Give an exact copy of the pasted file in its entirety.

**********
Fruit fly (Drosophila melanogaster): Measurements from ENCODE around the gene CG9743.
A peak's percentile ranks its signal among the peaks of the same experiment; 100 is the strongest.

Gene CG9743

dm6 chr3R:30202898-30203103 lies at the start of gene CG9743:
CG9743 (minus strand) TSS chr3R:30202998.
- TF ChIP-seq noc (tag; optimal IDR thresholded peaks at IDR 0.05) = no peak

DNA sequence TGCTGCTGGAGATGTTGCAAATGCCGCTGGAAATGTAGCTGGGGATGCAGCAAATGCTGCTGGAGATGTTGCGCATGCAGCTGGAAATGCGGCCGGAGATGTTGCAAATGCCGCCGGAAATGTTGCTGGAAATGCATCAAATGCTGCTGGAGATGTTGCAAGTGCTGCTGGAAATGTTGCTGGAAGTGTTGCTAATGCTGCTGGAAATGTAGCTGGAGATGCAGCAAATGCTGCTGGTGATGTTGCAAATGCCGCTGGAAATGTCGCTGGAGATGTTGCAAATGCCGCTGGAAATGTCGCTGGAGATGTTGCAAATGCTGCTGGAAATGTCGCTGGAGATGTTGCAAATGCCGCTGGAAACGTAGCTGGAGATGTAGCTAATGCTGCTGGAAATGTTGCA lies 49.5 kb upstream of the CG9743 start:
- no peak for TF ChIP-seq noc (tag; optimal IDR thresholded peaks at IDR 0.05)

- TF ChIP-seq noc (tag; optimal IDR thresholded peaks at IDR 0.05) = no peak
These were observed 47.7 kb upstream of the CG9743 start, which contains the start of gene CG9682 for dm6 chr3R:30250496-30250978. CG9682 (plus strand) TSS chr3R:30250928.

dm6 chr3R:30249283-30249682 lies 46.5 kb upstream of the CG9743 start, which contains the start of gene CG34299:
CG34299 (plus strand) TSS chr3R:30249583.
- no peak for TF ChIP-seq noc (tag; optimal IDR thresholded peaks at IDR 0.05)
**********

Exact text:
Fruit fly (Drosophila melanogaster): Measurements from ENCODE around the gene CG9743.
A peak's percentile ranks its signal among the peaks of the same experiment; 100 is the strongest.

Gene CG9743

dm6 chr3R:30202898-30203103 lies at the start of gene CG9743:
CG9743 (minus strand) TSS chr3R:30202998.
- TF ChIP-seq noc (tag; optimal IDR thresholded peaks at IDR 0.05) = no peak

DNA sequence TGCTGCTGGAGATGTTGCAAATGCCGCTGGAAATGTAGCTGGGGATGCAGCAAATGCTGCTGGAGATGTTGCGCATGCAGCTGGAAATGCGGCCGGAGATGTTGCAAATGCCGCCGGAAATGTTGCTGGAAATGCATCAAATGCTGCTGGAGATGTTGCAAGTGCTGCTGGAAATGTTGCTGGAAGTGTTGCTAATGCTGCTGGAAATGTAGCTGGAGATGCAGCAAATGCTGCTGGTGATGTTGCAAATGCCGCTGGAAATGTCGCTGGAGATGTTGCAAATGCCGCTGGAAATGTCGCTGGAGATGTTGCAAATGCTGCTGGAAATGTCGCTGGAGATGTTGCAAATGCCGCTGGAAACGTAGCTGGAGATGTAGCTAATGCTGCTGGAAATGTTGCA lies 49.5 kb upstream of the CG9743 start:
- no peak for TF ChIP-seq noc (tag; optimal IDR thresholded peaks at IDR 0.05)

- TF ChIP-seq noc (tag; optimal IDR thresholded peaks at IDR 0.05) = no peak
These were observed 47.7 kb upstream of the CG9743 start, which contains the start of gene CG9682 for dm6 chr3R:30250496-30250978. CG9682 (plus strand) TSS chr3R:30250928.

dm6 chr3R:30249283-30249682 lies 46.5 kb upstream of the CG9743 start, which contains the start of gene CG34299:
CG34299 (plus strand) TSS chr3R:30249583.
- no peak for TF ChIP-seq noc (tag; optimal IDR thresholded peaks at IDR 0.05)